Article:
Do young people really struggle with traditional analogue clocks with hands?
That’s the claim in a debate between teachers – with suggestions that digital clocks are being installed in exam halls for teenagers.
It follows a report in the Times Educational Supplement of a conference being told that pupils needed a digital clock to be able to tell the time.
Malcolm Trobe, of the ASCL head teachers’ union, said young people were much more used to using digital clocks.
As such, schools could be trying to give them more help by letting students use digital clocks in exam rooms during the summer GCSEs and A-levels.
“To adults it might seem second nature to use a standard clock face,” said Mr Trobe, ASCL’s deputy general secretary.
But younger people were much more familiar with seeing the time in a digital format – on computers or mobile phones.
“Young people find it a bit easier to use a digital clock – and if they’re timing themselves for questions, it might make it less likely that they’ll make mistakes,” said Mr Trobe.
He said, as an example, if students had to answer a question in 15 minutes, it could be easier for them looking at a clock with a digital format, if that was how they usually told the time.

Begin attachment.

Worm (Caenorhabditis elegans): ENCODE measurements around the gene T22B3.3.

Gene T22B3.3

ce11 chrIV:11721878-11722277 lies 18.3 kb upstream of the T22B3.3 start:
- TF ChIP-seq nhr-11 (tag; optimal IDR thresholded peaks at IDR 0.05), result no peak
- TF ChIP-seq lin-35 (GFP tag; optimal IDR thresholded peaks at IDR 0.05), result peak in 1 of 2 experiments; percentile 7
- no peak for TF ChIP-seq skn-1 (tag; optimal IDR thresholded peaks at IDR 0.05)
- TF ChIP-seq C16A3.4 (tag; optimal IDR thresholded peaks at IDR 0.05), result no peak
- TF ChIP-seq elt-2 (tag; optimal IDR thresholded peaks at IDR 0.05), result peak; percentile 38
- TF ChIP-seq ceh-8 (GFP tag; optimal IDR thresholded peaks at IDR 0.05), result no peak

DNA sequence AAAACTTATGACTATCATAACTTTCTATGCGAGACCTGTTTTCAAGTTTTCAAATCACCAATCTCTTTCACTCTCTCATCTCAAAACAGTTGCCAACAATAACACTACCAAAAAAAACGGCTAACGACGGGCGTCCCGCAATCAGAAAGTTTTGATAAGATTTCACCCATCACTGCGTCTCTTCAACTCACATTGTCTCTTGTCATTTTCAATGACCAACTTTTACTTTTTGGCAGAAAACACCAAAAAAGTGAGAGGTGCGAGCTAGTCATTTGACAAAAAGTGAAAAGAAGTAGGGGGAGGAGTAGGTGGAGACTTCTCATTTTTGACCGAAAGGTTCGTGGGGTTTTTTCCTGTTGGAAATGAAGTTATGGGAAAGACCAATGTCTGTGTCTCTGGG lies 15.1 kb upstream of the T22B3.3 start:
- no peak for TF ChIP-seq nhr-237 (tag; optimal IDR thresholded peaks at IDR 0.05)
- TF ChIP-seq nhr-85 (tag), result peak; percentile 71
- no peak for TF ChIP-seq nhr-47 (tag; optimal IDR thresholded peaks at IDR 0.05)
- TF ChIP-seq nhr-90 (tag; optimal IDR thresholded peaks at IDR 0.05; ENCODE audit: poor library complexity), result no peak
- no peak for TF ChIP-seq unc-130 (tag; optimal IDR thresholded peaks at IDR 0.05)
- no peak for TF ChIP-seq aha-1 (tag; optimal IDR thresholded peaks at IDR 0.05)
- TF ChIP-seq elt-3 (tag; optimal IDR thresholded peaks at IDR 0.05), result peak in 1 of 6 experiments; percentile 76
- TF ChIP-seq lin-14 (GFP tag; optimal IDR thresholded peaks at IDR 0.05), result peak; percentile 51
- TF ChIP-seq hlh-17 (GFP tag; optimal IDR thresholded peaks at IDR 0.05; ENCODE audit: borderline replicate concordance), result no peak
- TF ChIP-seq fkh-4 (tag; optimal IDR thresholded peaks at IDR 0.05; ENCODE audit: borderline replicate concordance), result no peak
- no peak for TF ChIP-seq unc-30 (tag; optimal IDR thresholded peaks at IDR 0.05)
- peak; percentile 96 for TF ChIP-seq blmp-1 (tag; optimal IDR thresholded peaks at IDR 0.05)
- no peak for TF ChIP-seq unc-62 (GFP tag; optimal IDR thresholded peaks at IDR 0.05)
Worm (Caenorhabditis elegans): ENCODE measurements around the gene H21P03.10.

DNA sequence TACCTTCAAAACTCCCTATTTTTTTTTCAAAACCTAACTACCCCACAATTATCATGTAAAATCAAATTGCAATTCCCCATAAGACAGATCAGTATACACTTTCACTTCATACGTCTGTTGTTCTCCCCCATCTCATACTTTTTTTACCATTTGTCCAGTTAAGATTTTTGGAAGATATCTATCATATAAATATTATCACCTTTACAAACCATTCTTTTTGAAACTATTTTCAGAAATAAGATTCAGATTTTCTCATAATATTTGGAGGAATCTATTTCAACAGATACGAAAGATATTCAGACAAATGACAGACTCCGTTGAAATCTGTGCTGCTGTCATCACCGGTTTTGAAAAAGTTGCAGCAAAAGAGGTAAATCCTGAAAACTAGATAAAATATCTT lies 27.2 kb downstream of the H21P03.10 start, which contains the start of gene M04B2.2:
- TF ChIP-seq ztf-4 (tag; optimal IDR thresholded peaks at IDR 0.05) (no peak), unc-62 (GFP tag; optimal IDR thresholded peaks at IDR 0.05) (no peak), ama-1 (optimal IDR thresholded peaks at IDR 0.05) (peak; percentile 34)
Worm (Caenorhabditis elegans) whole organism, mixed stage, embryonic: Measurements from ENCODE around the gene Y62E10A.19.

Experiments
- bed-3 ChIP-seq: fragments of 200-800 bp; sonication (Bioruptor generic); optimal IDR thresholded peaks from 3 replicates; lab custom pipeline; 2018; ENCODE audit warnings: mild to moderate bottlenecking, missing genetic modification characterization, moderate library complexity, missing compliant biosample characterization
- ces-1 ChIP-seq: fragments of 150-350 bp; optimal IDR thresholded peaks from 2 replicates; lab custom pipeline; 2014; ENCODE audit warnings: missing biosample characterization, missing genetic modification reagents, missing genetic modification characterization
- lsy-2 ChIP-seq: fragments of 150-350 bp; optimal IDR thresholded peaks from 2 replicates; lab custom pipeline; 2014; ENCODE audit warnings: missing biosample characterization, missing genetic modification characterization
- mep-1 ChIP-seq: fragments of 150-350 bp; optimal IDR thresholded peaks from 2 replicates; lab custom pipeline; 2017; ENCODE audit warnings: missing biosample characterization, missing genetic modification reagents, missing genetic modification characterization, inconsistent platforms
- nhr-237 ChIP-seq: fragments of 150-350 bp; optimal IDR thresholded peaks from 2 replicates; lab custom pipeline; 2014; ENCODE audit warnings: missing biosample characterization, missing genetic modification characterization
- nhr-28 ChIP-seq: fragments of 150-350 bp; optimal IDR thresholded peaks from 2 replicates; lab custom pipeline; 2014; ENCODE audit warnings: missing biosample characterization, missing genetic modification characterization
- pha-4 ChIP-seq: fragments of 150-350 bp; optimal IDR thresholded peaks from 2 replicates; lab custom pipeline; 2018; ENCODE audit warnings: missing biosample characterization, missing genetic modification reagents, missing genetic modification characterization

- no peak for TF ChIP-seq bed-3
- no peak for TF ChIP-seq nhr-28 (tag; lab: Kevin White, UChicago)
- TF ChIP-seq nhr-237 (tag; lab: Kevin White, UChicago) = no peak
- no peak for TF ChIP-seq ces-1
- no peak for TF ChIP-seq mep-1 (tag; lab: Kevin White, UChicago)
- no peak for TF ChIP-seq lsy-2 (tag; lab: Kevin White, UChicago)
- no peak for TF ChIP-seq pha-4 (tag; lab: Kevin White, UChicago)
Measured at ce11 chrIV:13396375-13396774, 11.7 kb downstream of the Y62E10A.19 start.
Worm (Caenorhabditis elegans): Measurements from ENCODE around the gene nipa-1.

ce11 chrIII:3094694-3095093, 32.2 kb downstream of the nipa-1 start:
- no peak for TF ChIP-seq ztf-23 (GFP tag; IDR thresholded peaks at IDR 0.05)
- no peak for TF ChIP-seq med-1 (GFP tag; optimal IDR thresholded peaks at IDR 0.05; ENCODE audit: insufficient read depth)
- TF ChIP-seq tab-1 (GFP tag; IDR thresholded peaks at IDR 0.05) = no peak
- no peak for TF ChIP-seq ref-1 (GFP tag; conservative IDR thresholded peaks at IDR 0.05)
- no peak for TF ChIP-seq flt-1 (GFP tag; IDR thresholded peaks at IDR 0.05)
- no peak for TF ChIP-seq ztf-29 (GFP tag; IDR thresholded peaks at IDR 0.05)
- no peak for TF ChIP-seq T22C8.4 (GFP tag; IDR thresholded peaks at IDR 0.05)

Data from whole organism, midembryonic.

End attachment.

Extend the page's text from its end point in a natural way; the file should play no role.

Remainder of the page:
There were no official indications about taking down analogue clocks, he said, but such claims were being made by teachers on social media.
One of the examples on Twitter being quoted is from a head of English, “Ms Keenan”.
But she told the BBC that the digital clocks that had been installed had broken down – and now had been replaced by a traditional analogue clock.
She said it wasn’t the case that a majority of students can’t tell the time using such analogue clocks, but it could be a barrier for some.
For the “digital generation”, she said an analogue clock could be becoming an “anachronism”.
Will this be a trend for the approaching summer exams?
Only time will tell.